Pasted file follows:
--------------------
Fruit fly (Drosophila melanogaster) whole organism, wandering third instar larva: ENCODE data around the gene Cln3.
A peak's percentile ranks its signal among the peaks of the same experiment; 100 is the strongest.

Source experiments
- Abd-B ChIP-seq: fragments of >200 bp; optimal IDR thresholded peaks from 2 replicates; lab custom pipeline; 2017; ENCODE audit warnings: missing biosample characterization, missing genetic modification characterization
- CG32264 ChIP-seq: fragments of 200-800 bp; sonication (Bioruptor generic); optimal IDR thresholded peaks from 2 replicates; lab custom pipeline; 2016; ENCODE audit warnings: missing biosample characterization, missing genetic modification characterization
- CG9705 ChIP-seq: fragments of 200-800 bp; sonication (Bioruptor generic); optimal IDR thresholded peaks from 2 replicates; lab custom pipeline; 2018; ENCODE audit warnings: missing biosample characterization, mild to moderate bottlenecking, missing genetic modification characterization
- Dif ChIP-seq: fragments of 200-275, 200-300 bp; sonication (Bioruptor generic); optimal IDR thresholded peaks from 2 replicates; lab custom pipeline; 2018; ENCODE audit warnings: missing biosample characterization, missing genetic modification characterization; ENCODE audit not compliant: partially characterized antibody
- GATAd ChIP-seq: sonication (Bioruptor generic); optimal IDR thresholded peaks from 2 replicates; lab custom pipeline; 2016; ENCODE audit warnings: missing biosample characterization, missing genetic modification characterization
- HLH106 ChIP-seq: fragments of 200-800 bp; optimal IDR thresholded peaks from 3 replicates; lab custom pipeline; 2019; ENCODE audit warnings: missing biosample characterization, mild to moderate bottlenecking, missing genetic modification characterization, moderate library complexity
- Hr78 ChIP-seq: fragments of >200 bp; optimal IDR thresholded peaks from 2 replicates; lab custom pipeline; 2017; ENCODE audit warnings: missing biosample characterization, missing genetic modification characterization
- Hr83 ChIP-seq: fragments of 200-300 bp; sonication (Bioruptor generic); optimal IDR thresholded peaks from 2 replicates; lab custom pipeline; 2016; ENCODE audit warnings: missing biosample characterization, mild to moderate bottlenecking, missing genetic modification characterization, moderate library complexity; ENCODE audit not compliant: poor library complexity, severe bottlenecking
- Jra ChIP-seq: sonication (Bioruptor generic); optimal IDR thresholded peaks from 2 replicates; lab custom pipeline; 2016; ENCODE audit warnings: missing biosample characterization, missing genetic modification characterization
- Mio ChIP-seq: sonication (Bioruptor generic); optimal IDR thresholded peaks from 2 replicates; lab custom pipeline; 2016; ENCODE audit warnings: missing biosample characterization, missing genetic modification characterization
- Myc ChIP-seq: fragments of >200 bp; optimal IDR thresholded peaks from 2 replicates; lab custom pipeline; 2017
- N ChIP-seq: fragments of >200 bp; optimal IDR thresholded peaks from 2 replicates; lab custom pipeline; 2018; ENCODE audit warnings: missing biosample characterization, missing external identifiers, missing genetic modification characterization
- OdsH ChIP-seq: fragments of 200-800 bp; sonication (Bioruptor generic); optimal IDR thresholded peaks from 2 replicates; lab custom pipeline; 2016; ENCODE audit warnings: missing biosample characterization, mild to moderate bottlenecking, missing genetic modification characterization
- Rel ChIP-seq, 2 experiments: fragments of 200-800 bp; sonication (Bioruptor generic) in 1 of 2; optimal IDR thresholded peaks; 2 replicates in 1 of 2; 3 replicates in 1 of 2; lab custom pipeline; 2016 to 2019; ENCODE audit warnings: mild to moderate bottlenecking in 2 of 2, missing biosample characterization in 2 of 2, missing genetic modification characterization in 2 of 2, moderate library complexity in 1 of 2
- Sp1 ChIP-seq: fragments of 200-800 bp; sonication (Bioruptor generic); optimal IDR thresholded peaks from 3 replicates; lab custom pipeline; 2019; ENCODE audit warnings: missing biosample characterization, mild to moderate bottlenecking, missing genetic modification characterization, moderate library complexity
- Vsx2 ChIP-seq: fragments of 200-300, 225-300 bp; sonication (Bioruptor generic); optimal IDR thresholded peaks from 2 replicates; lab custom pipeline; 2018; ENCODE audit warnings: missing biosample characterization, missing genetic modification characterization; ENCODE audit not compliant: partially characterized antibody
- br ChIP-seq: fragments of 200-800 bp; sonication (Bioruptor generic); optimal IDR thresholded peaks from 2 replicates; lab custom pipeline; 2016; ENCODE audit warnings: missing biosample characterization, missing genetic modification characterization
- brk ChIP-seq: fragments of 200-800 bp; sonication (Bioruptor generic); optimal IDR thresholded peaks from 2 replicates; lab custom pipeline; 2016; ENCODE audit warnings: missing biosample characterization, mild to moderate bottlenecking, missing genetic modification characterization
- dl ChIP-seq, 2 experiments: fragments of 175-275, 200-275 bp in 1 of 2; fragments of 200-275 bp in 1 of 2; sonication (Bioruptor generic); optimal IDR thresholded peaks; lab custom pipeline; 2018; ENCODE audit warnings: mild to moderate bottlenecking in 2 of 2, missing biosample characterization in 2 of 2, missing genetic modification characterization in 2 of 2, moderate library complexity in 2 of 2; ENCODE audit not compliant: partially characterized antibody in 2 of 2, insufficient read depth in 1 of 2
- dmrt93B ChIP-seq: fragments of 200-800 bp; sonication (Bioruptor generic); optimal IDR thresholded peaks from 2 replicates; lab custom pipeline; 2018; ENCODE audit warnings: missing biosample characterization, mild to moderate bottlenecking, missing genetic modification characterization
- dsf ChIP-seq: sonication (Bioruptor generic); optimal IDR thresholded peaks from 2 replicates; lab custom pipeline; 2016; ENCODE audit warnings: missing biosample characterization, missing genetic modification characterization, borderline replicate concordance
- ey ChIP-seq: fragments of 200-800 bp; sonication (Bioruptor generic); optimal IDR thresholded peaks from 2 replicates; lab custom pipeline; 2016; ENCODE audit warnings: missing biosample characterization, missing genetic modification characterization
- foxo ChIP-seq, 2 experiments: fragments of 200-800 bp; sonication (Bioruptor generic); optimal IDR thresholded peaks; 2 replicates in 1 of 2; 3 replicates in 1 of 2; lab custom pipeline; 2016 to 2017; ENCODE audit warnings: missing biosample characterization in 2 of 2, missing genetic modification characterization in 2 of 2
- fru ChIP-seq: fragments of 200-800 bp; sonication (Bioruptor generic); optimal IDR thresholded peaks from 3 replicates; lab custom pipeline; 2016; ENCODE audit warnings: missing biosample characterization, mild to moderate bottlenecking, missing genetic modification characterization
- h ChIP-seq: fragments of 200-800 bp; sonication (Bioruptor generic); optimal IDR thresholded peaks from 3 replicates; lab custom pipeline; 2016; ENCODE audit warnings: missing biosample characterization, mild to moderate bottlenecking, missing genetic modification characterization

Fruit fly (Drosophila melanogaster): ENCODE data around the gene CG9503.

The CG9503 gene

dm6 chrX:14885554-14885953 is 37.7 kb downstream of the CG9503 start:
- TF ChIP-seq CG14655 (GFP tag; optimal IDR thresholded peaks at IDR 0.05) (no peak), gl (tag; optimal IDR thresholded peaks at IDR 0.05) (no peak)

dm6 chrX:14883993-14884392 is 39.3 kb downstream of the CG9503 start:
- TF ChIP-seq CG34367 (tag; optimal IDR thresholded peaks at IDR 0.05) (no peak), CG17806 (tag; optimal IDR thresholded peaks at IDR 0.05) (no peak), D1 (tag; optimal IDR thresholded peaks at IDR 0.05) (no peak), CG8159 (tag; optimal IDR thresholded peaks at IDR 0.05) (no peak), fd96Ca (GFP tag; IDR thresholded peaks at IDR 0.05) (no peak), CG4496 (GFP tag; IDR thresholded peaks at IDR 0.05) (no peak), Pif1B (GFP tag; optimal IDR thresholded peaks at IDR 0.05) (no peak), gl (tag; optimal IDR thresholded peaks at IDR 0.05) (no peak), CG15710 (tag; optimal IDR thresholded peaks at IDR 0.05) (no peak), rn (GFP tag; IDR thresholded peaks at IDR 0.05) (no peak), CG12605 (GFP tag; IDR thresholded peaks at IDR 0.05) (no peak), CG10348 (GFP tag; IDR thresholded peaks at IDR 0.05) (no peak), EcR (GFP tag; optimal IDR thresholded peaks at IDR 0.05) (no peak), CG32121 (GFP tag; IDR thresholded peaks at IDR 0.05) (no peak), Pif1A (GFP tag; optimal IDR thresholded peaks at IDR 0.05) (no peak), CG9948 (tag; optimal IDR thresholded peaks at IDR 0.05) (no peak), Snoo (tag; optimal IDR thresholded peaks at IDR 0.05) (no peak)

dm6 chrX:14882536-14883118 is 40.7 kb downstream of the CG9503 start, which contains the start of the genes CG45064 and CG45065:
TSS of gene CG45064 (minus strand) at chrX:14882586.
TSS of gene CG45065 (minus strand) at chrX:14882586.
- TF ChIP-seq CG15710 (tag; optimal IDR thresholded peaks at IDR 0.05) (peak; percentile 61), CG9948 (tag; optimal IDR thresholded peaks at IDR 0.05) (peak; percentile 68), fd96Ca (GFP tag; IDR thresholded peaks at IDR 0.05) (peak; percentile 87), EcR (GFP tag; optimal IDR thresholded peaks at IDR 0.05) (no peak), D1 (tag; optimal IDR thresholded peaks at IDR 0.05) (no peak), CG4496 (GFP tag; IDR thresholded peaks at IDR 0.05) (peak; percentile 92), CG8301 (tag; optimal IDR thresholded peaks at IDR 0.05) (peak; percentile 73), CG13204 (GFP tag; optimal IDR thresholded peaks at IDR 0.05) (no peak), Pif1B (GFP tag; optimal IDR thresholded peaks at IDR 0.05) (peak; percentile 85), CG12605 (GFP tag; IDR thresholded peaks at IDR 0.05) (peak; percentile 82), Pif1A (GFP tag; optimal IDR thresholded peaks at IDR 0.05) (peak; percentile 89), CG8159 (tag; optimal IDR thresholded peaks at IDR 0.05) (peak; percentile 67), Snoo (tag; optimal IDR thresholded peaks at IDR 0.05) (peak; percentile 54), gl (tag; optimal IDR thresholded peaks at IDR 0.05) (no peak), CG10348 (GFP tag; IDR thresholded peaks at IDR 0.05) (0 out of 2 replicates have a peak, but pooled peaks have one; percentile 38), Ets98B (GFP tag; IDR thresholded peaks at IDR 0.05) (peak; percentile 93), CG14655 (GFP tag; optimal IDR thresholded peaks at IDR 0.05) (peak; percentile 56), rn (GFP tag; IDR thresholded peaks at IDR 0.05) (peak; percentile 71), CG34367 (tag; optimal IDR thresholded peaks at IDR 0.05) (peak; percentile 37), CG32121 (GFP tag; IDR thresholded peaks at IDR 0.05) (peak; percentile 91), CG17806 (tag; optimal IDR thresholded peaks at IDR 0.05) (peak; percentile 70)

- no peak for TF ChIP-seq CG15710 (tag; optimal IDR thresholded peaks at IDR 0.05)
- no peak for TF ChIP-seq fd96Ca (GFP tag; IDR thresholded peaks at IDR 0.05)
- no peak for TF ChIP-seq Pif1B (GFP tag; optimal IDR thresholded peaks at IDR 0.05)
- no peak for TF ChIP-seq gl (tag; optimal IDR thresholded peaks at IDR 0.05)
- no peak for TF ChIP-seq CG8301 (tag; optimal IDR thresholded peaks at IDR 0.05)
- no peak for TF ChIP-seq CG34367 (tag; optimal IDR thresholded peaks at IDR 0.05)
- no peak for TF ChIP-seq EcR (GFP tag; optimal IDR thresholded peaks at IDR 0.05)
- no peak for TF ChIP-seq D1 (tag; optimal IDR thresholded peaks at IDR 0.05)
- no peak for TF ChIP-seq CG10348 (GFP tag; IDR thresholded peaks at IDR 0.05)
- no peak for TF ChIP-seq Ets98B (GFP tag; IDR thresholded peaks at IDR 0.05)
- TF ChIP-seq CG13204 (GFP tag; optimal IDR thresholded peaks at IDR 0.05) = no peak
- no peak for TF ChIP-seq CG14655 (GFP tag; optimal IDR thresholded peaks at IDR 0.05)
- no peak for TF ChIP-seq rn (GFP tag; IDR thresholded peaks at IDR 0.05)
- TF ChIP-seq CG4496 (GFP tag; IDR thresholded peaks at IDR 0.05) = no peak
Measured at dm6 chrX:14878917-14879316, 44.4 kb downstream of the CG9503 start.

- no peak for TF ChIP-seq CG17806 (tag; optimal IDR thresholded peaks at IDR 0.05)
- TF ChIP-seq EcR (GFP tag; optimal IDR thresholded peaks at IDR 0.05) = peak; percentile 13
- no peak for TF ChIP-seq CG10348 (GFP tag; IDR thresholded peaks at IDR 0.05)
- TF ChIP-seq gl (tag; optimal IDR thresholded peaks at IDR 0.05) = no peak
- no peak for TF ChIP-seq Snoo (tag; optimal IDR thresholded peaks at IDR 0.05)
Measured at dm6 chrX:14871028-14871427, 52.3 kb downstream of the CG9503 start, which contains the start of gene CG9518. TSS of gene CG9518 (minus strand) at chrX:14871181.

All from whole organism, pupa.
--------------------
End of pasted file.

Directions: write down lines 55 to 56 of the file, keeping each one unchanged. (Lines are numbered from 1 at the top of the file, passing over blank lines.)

- TF ChIP-seq EcR (GFP tag; optimal IDR thresholded peaks at IDR 0.05) = peak; percentile 13
- no peak for TF ChIP-seq CG10348 (GFP tag; IDR thresholded peaks at IDR 0.05)